A Canadian Special Operations Forces Command medic provides instruction to a member of the Niger Armed Forces during medical training as part of Flintlock 2017 in Diffa, Niger, February 25, 2017. Niger is one of seven African nations to host Flintlock 2017. (U.S. Army photo by Spc. Zayid Ballesteros)

Operation Naberius training used to be conducted by Canadian Special Forces but a year ago the responsibility for training was transferred to the Canadian Army. About two dozen soldiers from the French-speaking 1st Battalion, Royal 22nd Regiment, based in Valcartier, Quebec, took part in training this year.

Citing operational security concerns, the Canadian military has refused to disclose the exact location of the training but media reports and a photo gallery of an international anti-terrorism training exercise published by the U.S. Army in February suggest that Canadian soldiers are deployed in one of the most dangerous parts of Niger, near the town of Diffa, in the southeast of the country.

Heavy fighting between government troops and Boko Haram militants in 2015 forced Canadian trainers to briefly pull out of Diffa, which sits on the border with Nigeria and the heartland of the Boko Haram insurgency.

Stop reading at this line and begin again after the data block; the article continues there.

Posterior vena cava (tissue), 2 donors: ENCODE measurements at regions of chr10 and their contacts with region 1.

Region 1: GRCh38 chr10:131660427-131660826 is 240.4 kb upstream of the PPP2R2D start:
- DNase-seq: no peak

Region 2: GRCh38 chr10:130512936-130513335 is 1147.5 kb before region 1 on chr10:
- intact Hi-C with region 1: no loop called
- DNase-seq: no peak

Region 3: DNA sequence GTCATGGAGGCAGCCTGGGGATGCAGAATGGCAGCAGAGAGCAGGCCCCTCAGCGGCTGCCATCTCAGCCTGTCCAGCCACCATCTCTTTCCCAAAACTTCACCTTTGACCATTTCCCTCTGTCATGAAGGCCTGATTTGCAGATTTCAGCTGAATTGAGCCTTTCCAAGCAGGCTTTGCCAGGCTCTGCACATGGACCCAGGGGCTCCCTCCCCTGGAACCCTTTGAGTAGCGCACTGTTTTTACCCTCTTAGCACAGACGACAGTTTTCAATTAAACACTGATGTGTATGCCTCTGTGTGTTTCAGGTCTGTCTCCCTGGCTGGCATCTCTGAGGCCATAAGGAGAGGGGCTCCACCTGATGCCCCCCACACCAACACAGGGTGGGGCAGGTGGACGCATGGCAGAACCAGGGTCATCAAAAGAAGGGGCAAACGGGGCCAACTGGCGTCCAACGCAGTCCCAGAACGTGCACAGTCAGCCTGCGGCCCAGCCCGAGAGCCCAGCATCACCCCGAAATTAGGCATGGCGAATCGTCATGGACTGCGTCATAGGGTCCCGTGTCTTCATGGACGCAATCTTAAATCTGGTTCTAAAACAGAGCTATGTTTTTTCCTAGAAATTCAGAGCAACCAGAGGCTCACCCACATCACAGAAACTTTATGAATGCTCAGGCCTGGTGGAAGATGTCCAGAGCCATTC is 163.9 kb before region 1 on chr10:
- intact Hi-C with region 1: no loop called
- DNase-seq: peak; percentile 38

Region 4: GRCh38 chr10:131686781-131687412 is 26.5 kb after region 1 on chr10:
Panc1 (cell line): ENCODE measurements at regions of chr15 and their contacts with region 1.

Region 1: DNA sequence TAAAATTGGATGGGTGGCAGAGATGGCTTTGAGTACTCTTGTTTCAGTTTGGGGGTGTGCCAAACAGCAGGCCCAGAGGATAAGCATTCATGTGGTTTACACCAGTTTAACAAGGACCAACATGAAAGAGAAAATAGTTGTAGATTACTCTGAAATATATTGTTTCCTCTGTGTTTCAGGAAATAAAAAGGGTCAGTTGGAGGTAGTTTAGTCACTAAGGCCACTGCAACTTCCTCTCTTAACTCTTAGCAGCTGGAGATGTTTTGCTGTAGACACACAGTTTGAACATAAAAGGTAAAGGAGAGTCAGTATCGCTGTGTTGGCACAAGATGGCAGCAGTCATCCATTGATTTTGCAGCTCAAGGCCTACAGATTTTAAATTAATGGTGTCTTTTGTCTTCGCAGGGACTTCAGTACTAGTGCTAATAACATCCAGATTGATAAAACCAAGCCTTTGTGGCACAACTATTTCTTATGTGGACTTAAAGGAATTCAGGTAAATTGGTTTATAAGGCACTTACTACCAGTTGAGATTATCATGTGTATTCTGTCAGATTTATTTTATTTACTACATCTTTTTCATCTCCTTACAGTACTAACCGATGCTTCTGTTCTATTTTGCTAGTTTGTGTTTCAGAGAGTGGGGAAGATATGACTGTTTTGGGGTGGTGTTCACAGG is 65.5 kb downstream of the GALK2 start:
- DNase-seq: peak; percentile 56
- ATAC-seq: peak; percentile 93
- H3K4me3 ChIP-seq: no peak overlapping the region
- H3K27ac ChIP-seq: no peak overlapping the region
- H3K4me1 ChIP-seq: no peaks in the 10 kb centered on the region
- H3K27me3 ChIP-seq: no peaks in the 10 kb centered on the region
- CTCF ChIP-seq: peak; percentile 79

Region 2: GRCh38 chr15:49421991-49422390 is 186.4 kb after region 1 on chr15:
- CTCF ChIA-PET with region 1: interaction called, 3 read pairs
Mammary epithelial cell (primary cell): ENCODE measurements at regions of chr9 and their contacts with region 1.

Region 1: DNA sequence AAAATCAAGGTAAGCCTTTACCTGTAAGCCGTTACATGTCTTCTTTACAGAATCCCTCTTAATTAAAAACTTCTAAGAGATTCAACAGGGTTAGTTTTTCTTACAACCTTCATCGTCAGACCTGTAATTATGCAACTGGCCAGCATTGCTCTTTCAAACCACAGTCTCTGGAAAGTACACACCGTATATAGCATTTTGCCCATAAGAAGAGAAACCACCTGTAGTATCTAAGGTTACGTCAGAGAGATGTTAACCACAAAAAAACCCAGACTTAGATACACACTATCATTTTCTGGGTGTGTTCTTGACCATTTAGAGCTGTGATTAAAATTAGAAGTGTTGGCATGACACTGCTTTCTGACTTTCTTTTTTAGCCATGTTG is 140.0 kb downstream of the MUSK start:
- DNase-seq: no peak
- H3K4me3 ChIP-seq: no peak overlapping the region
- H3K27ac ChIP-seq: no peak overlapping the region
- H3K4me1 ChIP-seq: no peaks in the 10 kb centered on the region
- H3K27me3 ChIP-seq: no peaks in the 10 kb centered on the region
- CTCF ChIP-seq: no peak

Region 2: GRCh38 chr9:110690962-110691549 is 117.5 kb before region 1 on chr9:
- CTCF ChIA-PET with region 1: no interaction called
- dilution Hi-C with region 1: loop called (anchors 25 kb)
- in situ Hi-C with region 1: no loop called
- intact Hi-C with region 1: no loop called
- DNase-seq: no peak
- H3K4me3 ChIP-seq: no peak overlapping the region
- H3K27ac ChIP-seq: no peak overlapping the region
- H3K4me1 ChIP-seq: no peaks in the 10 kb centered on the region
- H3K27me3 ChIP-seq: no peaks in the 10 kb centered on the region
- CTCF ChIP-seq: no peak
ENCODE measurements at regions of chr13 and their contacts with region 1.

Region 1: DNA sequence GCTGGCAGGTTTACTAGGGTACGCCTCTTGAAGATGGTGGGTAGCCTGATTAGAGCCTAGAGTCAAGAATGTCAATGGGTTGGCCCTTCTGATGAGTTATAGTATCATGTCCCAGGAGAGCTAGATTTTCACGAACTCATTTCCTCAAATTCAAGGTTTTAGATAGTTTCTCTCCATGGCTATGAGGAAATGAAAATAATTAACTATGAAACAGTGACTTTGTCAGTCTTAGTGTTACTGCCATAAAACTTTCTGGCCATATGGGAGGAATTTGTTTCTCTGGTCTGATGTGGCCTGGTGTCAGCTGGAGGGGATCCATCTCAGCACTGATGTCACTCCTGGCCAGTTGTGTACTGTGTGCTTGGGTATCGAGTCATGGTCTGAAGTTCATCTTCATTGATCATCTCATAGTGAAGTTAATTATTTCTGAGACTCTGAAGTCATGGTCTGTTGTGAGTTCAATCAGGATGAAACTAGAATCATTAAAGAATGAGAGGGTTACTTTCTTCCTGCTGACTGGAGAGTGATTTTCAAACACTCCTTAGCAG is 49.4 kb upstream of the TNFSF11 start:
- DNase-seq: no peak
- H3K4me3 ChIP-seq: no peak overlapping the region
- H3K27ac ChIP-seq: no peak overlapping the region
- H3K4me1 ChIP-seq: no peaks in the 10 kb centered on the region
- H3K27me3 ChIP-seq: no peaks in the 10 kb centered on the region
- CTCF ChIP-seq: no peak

The operation flew almost entirely under the radar since it was first ordered by the former Conservative government.

There is no mention of it anywhere on the DND website, which lists all current Canadian operations abroad, including the well-known Operation Impact in the Middle East and Operation Reassurance in Eastern Europe.

Training Sahel forces
A Canadian Special Operations Forces Command medic provides instruction to members of the Niger Armed Forces during medical training as part of Flintlock 2017 in Diffa, Niger, February 25, 2017. Niger is one of seven African nations to host Flintlock 2017. (U.S. Army photo by Spc. Zayid Ballesteros)
A Canadian Special Operations Forces Command medic provides instruction to members of the Niger Armed Forces during medical training as part of Flintlock 2017 in Diffa, Niger, February 25, 2017. Niger is one of seven African nations to host Flintlock 2017. © (U.S. Army photo by Spc. Zayid Ballesteros)

However, Operation Naberius, named either after a powerful three-headed demon and marquis of hell or an equally nefarious character in the World of Warcraft online role-playing game, is not the only Canadian undertaking in the region.

The Canadian Special Operations Forces Command (CANSOFCOM) has for years also participated in the U.S.-led training plan known as Exercise Flintlock to assist in training Western African countries in anti-terrorism operations. 

The exercise brings together North American, European and African military members from 24 countries to train together in seven host nations across North and West Africa during the three week event, said Maj. Alexandre Cadieux, CANSOFCOM spokesman.